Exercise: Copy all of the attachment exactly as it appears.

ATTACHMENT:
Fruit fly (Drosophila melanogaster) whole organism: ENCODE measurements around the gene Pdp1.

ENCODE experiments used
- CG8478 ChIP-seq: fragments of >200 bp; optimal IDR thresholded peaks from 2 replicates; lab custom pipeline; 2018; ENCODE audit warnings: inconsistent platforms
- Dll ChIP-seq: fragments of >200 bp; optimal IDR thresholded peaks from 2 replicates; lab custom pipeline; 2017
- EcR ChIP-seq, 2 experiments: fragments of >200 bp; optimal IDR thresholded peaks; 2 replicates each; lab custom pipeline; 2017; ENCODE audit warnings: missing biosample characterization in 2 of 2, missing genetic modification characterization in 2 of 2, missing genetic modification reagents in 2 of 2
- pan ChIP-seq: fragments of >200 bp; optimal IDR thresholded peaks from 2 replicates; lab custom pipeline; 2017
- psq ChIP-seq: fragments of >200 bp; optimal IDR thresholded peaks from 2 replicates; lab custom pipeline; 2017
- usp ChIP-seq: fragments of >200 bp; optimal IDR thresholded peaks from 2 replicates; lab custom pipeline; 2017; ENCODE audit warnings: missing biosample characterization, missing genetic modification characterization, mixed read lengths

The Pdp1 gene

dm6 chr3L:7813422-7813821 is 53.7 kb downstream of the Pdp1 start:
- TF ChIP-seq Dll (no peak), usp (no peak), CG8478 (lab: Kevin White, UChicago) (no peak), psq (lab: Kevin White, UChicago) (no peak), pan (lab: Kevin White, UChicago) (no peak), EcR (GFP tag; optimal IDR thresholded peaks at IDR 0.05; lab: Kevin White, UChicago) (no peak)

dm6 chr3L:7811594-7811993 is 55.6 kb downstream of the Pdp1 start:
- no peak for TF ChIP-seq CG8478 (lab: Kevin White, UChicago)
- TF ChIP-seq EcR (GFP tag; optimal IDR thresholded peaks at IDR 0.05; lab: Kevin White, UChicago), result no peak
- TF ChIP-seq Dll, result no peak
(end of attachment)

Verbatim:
Fruit fly (Drosophila melanogaster) whole organism: ENCODE measurements around the gene Pdp1.

ENCODE experiments used
- CG8478 ChIP-seq: fragments of >200 bp; optimal IDR thresholded peaks from 2 replicates; lab custom pipeline; 2018; ENCODE audit warnings: inconsistent platforms
- Dll ChIP-seq: fragments of >200 bp; optimal IDR thresholded peaks from 2 replicates; lab custom pipeline; 2017
- EcR ChIP-seq, 2 experiments: fragments of >200 bp; optimal IDR thresholded peaks; 2 replicates each; lab custom pipeline; 2017; ENCODE audit warnings: missing biosample characterization in 2 of 2, missing genetic modification characterization in 2 of 2, missing genetic modification reagents in 2 of 2
- pan ChIP-seq: fragments of >200 bp; optimal IDR thresholded peaks from 2 replicates; lab custom pipeline; 2017
- psq ChIP-seq: fragments of >200 bp; optimal IDR thresholded peaks from 2 replicates; lab custom pipeline; 2017
- usp ChIP-seq: fragments of >200 bp; optimal IDR thresholded peaks from 2 replicates; lab custom pipeline; 2017; ENCODE audit warnings: missing biosample characterization, missing genetic modification characterization, mixed read lengths

The Pdp1 gene

dm6 chr3L:7813422-7813821 is 53.7 kb downstream of the Pdp1 start:
- TF ChIP-seq Dll (no peak), usp (no peak), CG8478 (lab: Kevin White, UChicago) (no peak), psq (lab: Kevin White, UChicago) (no peak), pan (lab: Kevin White, UChicago) (no peak), EcR (GFP tag; optimal IDR thresholded peaks at IDR 0.05; lab: Kevin White, UChicago) (no peak)

dm6 chr3L:7811594-7811993 is 55.6 kb downstream of the Pdp1 start:
- no peak for TF ChIP-seq CG8478 (lab: Kevin White, UChicago)
- TF ChIP-seq EcR (GFP tag; optimal IDR thresholded peaks at IDR 0.05; lab: Kevin White, UChicago), result no peak
- TF ChIP-seq Dll, result no peak